Dr. Fanny Brewster, Jungian Analyst, colleague and friend, joins This Jungian Life to discuss her forthcoming book, The Racial Complex: A Jungian Perspective on Culture and Race. Complexes tend to operate autonomously and unconsciously, have strong feeling-tones, and contain archetypal fuel. The racial complex, a complicated mix of color, class and culture, operates individually and collectively and in multiple ways. Although shadow projection and “othering” are intrinsic to the racial complex, America’s history of slavery further intensifies it. Like other complexes, the racial complex cannot be either denied or defeated—it can, however, be lifted into consciousness. As with any complex, learning, discussion and self-reflection can expand awareness, connection and compassion.
“The scene begins with me driving my car to a hotel. I park up in a space near the entrance and go inside. After I have looked around a bit I look out of the large window to see that I have left my dog, a brown Labrador, tied to the car. As it is a grey day the dog is laying down underneath lest it rain. A white woman in her 40s with curly hair appears along with two burly white bald men. The woman squats over the car and urinates onto the dog. I am furious and rush outside to rescue the dog, but the two men get in the way, manhandling me roughly. I know they are bigger than me and that I am outnumbered but I fight for my dog as I suddenly wake up.”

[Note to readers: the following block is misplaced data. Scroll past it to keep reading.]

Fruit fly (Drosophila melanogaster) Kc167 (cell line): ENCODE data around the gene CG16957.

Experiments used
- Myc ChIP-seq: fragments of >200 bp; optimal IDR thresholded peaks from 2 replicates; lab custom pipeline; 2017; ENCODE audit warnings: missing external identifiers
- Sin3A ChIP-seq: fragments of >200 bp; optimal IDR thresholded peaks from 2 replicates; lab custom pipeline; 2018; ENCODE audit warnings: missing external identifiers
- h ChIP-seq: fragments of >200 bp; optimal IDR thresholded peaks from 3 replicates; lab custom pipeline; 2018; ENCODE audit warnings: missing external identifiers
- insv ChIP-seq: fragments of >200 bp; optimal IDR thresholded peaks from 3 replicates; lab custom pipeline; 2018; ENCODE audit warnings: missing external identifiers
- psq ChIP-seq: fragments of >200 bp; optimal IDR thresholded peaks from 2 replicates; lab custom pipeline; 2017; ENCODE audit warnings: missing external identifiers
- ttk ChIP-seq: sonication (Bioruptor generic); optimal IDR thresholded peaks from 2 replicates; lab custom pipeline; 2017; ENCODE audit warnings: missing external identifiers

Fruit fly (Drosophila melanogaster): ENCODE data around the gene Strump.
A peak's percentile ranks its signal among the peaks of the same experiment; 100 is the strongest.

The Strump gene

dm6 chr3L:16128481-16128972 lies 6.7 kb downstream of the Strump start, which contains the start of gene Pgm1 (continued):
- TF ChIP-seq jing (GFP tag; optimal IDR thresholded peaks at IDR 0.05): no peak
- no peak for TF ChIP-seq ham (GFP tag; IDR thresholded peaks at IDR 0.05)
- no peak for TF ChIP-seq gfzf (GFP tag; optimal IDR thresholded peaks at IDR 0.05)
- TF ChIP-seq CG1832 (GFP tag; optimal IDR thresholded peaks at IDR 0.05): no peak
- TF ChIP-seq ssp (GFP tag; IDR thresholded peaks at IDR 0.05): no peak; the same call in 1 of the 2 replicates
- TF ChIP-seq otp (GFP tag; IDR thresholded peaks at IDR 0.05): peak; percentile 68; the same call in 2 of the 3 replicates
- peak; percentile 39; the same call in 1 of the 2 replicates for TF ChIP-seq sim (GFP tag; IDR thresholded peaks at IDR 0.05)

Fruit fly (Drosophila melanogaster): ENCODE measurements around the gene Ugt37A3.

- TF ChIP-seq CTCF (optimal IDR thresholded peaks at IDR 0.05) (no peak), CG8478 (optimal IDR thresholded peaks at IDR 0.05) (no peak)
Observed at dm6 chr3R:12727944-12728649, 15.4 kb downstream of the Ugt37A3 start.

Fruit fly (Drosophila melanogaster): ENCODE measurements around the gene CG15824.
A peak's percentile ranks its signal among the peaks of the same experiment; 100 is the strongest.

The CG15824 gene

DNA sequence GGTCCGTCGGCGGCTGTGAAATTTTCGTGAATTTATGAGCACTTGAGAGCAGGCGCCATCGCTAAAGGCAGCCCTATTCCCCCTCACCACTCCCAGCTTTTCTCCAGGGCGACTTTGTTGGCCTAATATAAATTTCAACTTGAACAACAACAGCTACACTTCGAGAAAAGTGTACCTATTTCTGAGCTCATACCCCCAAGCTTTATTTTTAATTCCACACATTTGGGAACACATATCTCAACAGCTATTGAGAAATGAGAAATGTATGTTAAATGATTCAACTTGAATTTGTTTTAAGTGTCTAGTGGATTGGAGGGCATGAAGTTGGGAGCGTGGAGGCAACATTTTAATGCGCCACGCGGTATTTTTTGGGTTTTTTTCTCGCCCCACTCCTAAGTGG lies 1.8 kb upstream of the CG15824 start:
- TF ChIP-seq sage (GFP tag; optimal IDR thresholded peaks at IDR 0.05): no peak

References (books available on Amazon)
Brewster, Fanny. The Racial Complex: A Jungian Perspective on Culture and Race (as of 11-21-19).
Brewster, Fanny. Archetypal Grief: Slavery’s Legacy of Intergenerational Child Loss.
Brewster, Fanny. African Americans and Jungian Psychology: Leaving the Shadows.
Adams, Michael. The Multicultural Imagination: “Race”, Color and the Unconscious (Opening Out).
Singer, Tom and Samuel L. Kimbles. The Cultural Complex.
DiAngelo, Robin. White Fragility: Why It’s So Hard for White People To Talk About Racism.
Film: Get Out.